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How to Photograph Buildings and Interiors: Third Updated and Expanded Edition Paperback – September 1, 2002
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An exceptionally realistic treatise on the theory and practice of architectural photography. Supplying adequate technical information for beginners, advanced amateurs, and even professional photographers experienced in other specialties, the primary focus of How to Photograph is on the aesthetic and intellectual elements of the medium....Kopelow packs this work with a wealth of information for virtually everyone in the architectural profession. -- Tom Fuller, Inland Architect
The book I should have written. -- Larry Thall, Photo Electronic Imaging --This text refers to an out of print or unavailable edition of this title.
About the Author
Photographer Gerry Kopelow has written for Popular Photography Magazine, Canadian Architect, Horrowsmith Magazine, and others. He has taught photography at Harvard Design School and resides in Winnipeg, Manitoba.
Top customer reviews
It began as an interesting read, as he explained about what the pros use. Then he explained what the beginner could buy, but why it's not really as good. He showed a few examples of how lighting effects a scene and alters color, but in general, his "shooting by beginners on a tight budget" should be "shooting in these locations by beginners with several grand to spend on equiptment".
I was hoping for a book that talked about the uses of lighting, the uses of color, actually shooting something besides huge, open, commercial structures. This is my first return to Amazon.
To me, it disn't matter if it was film or digital because I shoot digital and was much more interested in the techniques and principles of architectural photography.
This book is a complete course. Just about every topic is covered to some extent. It does cover equipment used by the author and other professional arcitectural photographers and why. This topic is covered in good detail.
Other topics also incluse things like best persepectives for interior or exterior shots, architeural details (interesting), what publications look for, what potential clients really want and need (enginneers, architects, magazines, etc).
The techniques showed and discussed in this book are very useful, even in the digital age. As I write this (Oct. 2006)don't let the fact that this book was written with film mostly in mind deter you. It's about the techniques used that are more important. Transpareny film is still much perferred by all the major architectural magazines and large format cameras are discussed because that is what is being used in Professional Architectural photography. Having said that, I don't use large format cameras (don't know how). My clients are not as particular about correcting distortions as a magaine editor might be. But the proper lighting techniques, camera positions, equipment, etc. do matter. And this book just about covers it all.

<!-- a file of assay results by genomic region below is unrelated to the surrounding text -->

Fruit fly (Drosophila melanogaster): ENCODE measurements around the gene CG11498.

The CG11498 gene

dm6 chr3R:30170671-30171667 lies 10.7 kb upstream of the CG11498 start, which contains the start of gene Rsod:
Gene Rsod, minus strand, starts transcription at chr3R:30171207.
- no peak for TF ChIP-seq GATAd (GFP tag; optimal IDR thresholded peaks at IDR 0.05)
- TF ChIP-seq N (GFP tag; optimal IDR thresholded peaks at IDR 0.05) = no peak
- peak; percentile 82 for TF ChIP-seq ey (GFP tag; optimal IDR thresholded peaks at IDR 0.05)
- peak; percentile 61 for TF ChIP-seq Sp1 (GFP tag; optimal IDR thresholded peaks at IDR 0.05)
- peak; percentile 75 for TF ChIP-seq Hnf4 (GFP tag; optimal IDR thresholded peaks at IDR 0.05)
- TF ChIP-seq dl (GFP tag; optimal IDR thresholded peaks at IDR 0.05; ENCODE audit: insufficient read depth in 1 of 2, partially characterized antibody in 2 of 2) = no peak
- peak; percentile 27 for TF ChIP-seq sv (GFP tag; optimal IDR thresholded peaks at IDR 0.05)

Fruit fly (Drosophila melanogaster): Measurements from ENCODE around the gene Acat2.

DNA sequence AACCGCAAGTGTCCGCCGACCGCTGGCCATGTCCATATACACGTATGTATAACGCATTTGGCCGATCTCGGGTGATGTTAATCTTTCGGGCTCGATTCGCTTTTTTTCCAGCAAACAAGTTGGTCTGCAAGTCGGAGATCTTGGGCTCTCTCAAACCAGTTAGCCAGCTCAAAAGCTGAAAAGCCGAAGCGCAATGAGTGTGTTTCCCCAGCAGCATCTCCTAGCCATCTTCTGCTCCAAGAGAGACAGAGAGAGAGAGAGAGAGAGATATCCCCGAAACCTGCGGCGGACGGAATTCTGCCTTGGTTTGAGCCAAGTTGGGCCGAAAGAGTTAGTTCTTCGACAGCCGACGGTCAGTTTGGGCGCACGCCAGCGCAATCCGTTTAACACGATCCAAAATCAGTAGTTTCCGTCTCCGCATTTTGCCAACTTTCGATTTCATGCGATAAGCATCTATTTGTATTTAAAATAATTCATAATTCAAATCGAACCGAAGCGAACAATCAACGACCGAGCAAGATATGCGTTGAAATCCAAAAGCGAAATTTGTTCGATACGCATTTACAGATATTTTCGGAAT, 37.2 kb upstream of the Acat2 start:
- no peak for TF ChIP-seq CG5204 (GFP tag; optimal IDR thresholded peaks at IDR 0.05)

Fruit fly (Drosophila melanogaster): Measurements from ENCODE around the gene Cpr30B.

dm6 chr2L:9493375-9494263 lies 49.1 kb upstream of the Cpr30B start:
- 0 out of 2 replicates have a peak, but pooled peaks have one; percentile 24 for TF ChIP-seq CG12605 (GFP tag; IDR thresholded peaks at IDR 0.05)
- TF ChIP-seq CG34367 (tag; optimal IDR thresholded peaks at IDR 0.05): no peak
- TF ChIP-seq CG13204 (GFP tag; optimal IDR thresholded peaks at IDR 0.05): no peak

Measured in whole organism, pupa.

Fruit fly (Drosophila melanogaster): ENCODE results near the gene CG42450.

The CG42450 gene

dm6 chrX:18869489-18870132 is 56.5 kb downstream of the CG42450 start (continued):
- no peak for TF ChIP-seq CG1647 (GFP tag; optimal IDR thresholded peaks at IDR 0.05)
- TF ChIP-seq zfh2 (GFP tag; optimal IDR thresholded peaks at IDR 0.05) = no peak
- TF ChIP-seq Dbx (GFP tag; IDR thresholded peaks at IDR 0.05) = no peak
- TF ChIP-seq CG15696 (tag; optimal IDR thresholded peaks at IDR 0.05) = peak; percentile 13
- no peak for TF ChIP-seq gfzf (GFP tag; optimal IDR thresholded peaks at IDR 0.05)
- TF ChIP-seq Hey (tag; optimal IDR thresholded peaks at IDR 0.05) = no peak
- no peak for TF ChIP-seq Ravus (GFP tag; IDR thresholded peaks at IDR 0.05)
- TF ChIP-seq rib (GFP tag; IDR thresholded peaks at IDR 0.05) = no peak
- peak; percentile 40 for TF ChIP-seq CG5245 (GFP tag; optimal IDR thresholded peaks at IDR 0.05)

This book is an easy read and well illustrated with plenty of photographs and diagrams.
It would be at an advanced level.
If you are looking for a book that tells you how to mimic shots, rather than to explain the key concepts behind shots in order to let you apply this knowledge in a way you prefer, then this book may not be for you. It's not really about "cookie-cutter photography".
I'm an experienced semi-professional photographer, with a combination of formal education and several years experience in film and digital photography. I've read many books on photography and this one is very good.
I also understand that the author is shooting more digital now and is a Canon Explorer of Light.
I hope this helps someone.
This book is intended for people who already have some skill in photography. I like to take pictures of houses as a hobby, and I picked up this book with the hope of learning how to make my pictures look better. After reading the book, I am better able to spot some obvious mistakes in my house photos, but I didn't learn that much that will help me on the hobbyist level- -a book for beginners would have been better for my purposes. On the other hand, professional photographers may find much of interest in this book.